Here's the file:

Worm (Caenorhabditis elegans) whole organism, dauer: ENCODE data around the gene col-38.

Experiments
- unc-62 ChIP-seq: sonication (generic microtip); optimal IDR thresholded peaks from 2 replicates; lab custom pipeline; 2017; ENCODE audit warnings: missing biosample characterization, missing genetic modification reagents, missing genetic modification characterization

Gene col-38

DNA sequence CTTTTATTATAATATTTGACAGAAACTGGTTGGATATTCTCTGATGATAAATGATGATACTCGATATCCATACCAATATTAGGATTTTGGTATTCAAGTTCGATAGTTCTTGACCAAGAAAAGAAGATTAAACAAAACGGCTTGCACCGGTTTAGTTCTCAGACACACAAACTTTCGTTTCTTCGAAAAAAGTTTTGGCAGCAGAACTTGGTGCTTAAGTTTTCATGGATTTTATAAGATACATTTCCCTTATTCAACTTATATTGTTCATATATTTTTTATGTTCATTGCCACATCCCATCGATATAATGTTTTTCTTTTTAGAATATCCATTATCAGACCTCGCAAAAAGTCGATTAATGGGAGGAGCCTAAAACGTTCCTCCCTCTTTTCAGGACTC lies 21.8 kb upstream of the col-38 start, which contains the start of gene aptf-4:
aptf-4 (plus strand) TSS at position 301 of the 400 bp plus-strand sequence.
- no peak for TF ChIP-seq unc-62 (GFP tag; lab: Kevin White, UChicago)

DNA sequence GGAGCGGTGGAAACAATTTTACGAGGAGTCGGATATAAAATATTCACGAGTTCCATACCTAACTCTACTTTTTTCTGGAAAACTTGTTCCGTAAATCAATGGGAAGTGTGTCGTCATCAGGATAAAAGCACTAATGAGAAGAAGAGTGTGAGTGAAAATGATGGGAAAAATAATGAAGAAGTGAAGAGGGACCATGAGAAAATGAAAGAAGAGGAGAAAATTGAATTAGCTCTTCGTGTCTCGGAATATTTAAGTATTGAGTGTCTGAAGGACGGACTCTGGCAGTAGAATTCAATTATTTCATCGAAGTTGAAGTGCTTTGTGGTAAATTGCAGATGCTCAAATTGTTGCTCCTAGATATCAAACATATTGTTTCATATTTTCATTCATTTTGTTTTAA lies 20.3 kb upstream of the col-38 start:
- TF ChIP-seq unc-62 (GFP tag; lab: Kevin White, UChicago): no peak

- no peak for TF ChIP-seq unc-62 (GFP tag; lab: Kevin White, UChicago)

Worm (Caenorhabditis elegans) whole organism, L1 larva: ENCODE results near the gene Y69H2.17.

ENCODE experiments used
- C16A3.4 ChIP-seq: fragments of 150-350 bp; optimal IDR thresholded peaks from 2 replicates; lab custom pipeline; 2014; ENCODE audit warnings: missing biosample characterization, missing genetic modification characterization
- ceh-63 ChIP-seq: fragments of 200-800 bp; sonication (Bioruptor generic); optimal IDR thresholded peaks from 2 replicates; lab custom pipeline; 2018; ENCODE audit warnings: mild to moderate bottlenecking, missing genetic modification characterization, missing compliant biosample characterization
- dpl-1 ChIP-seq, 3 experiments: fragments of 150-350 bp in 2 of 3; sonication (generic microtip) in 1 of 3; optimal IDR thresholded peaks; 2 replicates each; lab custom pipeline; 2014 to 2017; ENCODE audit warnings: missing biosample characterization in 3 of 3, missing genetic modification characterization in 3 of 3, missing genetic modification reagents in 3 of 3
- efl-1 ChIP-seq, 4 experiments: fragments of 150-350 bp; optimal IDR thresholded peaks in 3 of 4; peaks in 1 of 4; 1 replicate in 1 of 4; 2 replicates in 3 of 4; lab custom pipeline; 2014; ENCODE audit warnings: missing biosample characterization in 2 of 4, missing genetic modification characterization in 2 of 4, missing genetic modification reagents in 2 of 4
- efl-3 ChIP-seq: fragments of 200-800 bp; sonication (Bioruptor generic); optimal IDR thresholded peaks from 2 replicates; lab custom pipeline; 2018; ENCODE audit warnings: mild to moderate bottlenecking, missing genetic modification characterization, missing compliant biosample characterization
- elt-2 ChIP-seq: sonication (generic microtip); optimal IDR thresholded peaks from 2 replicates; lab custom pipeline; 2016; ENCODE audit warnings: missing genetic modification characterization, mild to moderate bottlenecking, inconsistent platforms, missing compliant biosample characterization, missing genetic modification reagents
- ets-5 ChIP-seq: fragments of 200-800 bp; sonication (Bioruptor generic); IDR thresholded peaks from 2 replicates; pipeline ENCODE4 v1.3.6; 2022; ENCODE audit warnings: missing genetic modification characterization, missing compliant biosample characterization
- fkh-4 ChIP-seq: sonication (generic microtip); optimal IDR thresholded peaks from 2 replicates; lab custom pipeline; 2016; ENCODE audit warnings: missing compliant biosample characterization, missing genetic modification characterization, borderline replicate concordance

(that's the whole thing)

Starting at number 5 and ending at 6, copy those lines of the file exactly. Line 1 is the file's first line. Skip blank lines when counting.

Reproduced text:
DNA sequence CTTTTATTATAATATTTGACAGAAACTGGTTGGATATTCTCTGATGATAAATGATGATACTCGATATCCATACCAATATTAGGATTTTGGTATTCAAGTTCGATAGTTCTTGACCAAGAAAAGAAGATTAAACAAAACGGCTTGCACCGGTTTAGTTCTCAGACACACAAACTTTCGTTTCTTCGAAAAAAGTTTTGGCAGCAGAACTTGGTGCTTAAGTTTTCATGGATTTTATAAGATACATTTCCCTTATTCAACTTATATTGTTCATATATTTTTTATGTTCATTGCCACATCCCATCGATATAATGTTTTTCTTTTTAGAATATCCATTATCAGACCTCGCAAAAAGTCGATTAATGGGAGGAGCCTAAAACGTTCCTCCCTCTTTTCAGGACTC lies 21.8 kb upstream of the col-38 start, which contains the start of gene aptf-4:
aptf-4 (plus strand) TSS at position 301 of the 400 bp plus-strand sequence.